Our Propagation Site
The coral line nursery (as shown above) is growing 80 to 90 fragments of Staghorn (Acropora cervicornis), Elkhorn (Acropora palmata), and Fused Staghorn (Acropora prolifera) species. These species of coral provide incredibly important habitats within reefs. Unfortunately, these fast-growing coral species face many challenges in warming waters. They are particularly susceptible to bleaching events and higher concentrations of carbon dioxide which can impair coral fertilization. To learn more about coral restoration efforts and coral propagation, check out Dr. David Vaughan's research at the Mote Tropical Research Center here.
In collaboration with the Reef Rescue Network, we are excited to monitor the progress and growth of these outplanted corals! We are thrilled about the positive results from the coral propagation and restoration efforts so far in the Bahamas. These ongoing projects give us hope for the future of coral reefs, and IFS will continue to restore, support and protect these precious ecosystems.
What is coral outplanting?
Corals are grown in a nursery for about six to nine months on average. When they are deemed ready for outplanting, they are taken to predetermined restoration sites and are directly attached to the reef with a non-toxic marine epoxy or with nails and zip ties (check out this video to see the nail and zip tie method in action). Corals can then be monitored for potential threats including disease, tissue paling, and predation. Broken fragments of coral can be reattached to the reef and grow into new coral colonies that promote genetic diversity. These broken coral fragments would likely not be able to reattach themselves to the reef or survive on their own without our help.
We are passionate about sharing the latest research and updates on the health of global coral reefs and marine conservation. Stay up to date with us here!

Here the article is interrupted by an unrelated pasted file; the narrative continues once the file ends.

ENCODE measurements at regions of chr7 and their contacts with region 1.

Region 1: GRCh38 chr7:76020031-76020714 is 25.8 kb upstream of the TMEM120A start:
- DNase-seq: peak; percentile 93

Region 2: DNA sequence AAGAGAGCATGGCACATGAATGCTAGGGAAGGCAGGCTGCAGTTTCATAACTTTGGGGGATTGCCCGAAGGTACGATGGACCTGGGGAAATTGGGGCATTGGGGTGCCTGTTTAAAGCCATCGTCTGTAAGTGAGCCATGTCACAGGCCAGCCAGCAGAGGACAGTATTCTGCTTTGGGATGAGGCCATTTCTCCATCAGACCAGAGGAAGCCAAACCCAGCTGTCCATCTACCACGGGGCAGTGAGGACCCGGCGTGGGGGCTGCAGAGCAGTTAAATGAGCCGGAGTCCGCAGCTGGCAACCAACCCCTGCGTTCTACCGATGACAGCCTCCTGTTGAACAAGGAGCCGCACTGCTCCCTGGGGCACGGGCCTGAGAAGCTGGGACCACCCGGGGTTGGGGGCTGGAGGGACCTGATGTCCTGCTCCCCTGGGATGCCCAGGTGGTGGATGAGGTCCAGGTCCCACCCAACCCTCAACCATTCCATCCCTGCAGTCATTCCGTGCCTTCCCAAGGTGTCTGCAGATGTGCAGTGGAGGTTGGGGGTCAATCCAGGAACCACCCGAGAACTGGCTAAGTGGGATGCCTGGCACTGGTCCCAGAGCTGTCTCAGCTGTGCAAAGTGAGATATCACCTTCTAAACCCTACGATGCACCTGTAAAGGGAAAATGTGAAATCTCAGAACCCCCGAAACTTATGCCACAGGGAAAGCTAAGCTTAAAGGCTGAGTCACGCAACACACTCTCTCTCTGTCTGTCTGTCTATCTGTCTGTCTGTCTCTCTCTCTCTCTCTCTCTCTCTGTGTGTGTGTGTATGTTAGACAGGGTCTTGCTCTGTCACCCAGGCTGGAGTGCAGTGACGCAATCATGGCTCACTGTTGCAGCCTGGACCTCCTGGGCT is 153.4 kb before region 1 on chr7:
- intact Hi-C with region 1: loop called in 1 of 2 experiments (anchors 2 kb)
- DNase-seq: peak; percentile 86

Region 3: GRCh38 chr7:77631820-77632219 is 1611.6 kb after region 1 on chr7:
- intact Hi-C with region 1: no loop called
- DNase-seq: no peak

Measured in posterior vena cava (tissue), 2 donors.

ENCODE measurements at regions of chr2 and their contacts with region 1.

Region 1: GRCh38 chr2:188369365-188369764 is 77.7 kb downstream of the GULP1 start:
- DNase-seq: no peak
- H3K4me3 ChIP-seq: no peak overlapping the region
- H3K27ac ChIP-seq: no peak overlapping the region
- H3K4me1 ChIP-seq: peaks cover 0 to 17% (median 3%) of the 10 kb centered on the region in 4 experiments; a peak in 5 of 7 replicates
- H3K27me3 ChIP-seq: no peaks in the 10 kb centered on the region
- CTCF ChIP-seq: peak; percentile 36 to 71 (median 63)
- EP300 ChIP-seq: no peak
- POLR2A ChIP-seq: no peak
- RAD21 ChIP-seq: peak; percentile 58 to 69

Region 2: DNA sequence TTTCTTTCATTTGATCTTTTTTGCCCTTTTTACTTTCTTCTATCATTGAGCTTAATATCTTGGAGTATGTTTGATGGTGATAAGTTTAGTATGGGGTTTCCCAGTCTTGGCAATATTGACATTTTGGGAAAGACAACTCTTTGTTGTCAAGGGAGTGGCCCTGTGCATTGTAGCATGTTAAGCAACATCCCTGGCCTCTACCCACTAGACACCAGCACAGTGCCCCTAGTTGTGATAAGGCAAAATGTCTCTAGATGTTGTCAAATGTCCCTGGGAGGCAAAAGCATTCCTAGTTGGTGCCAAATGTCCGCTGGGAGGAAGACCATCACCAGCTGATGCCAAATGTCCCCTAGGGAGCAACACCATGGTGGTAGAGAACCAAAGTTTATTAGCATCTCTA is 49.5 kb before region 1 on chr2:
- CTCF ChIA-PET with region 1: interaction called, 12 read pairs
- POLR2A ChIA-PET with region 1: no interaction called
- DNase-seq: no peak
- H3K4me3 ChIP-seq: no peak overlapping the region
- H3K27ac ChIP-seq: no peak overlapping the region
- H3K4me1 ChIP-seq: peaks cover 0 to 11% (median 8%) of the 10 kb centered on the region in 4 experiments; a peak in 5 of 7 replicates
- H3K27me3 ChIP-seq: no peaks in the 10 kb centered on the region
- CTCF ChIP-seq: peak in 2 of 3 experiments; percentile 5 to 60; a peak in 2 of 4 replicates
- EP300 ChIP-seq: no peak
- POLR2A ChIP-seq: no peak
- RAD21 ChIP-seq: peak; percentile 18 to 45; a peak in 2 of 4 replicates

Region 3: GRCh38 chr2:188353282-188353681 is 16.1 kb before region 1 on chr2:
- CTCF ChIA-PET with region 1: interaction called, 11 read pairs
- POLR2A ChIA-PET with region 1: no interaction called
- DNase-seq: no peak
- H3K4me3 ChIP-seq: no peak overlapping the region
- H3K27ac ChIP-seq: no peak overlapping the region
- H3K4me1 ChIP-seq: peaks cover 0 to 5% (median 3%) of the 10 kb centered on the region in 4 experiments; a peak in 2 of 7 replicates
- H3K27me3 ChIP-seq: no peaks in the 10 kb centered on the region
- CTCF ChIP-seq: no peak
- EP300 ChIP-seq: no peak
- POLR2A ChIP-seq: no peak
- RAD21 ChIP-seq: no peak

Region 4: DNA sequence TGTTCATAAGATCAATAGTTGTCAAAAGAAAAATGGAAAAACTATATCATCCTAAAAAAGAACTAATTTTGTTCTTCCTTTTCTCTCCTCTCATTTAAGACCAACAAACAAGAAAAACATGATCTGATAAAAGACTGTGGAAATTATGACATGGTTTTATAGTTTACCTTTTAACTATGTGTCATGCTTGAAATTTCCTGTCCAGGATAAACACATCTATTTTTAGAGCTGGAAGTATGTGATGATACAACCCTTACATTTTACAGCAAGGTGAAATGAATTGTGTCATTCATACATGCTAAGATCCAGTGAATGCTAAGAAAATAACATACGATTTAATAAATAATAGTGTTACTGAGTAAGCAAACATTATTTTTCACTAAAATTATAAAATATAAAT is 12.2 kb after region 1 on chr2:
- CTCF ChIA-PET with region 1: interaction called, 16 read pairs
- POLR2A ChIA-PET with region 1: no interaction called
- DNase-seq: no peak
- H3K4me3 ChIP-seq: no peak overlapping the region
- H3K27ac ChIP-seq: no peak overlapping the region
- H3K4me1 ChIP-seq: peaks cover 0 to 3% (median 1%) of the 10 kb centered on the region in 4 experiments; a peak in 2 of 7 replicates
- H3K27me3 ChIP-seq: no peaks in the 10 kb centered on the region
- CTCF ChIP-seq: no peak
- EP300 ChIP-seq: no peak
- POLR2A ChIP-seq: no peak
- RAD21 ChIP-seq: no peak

The Future of Coral Propagation
We are amazed by the large scale efforts for the preservation and restoration of coral reefs being implemented today by our friends at SECORE. Coral restoration can be tedious, as each coral fragment must be manually transplanted onto the reef. However, SECORE is implementing pilot projects that utilize quicker methods for restoration in Mexico and Curacao. SECORE Seeding Units allow for rapid seeding of coral fragments (also called coral recruits). Intensive research has gone into the asexual reproduction of coral species, and the best way to propagate coral recruits with genetic diversity, while emphasizing the ability for coral species to better withstand the changing oceanic conditions that can easily stress and kill reefs.
SECORE highlights some of the greatest challenges facing the Bahamian coral reefs. Because of the shallow waters surrounding the Bahamas, the reefs are subjected to increasing water temperatures which can lead to algal growth, elevated nutrient levels and the potential for reoccurring coral bleaching (SECORE, Bahamas). Continued research aims to find the most resilient corals in a changing environment. We can't wait to follow along with their findings, projects and developing research for the health and survival of future reefs!
Click to scroll through the photos below.